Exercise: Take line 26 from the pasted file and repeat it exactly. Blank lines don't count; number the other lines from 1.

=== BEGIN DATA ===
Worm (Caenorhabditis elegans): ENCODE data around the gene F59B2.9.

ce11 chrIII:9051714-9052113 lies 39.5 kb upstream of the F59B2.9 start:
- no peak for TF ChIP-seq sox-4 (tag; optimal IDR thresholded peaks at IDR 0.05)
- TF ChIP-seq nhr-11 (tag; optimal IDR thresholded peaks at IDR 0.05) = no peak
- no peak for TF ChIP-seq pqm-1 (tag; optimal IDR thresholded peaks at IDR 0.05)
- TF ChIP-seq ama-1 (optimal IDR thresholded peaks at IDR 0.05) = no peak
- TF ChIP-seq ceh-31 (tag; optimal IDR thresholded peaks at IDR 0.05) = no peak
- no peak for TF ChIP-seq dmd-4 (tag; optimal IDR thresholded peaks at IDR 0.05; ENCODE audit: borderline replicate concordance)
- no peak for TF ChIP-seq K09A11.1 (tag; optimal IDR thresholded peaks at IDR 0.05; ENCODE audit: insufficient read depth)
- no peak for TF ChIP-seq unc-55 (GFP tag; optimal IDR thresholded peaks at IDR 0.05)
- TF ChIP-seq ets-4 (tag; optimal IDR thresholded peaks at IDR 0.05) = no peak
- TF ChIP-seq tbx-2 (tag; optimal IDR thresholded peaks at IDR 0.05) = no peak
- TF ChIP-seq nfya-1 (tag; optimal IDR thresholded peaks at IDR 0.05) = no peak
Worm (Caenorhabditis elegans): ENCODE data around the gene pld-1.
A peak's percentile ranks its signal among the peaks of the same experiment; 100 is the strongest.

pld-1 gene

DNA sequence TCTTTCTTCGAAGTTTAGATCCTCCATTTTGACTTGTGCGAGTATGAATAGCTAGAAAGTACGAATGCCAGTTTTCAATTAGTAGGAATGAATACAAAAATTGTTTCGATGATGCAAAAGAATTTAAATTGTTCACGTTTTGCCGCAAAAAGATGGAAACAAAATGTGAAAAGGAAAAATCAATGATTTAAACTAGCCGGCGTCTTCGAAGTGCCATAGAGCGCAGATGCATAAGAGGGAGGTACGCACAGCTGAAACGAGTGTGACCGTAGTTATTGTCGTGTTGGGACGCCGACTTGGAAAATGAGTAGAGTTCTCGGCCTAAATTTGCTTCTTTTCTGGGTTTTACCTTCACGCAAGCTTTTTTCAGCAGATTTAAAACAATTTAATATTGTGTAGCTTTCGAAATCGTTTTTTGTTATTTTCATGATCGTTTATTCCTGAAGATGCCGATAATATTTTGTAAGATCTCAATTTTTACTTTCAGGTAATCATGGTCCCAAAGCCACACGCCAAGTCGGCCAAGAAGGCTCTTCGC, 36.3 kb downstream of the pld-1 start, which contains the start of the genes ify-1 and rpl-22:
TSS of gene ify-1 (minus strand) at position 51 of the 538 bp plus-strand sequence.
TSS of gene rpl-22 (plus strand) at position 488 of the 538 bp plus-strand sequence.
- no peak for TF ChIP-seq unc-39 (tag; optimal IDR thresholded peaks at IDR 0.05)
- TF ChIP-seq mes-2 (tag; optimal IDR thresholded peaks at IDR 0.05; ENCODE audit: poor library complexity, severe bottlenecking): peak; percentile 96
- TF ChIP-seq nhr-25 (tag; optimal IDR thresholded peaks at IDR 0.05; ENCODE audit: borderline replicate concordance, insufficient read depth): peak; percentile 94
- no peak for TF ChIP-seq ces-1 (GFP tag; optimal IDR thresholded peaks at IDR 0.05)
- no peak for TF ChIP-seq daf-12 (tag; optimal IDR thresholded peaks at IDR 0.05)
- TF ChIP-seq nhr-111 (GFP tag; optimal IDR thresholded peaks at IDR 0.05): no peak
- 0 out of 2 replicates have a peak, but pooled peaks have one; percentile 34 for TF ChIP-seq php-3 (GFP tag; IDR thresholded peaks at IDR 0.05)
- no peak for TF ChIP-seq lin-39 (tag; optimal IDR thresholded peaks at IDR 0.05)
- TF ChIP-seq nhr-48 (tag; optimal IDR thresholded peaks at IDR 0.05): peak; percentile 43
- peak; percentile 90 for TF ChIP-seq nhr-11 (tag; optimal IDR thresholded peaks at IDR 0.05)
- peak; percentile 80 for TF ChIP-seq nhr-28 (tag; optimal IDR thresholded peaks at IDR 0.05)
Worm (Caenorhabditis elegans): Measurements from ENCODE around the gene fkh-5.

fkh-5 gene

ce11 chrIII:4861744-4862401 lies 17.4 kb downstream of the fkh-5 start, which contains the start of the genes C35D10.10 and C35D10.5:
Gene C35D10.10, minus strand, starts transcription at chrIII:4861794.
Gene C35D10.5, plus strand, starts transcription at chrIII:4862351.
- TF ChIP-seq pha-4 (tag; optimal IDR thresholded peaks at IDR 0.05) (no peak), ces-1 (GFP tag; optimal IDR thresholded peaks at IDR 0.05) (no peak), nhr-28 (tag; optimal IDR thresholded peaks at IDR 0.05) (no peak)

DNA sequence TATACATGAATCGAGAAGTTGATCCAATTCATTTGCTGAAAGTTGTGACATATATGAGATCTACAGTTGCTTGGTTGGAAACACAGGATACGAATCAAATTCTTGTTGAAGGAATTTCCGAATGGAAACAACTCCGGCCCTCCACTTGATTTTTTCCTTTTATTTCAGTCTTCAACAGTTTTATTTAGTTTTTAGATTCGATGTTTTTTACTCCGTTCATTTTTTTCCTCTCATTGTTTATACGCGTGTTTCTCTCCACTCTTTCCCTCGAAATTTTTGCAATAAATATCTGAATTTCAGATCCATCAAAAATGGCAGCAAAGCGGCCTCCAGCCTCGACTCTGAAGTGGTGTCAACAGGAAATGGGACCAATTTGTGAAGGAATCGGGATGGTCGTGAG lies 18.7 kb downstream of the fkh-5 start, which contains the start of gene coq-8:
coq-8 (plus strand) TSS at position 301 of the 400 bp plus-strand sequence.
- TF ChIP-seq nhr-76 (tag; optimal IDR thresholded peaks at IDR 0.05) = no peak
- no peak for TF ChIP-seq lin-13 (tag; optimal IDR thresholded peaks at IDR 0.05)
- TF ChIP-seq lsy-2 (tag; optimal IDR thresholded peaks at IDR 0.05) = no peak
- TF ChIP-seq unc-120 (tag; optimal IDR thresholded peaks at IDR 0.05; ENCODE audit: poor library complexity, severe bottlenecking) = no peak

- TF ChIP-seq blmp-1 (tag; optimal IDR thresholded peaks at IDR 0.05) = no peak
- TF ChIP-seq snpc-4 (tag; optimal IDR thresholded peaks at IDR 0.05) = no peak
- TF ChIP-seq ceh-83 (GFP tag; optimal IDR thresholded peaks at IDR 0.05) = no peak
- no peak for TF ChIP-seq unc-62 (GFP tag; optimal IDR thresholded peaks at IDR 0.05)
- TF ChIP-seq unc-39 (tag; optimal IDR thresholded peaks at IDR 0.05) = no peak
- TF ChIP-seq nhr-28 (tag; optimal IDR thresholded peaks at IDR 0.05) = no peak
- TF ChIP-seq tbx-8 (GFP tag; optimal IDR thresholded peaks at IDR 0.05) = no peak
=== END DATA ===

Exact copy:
- 0 out of 2 replicates have a peak, but pooled peaks have one; percentile 34 for TF ChIP-seq php-3 (GFP tag; IDR thresholded peaks at IDR 0.05)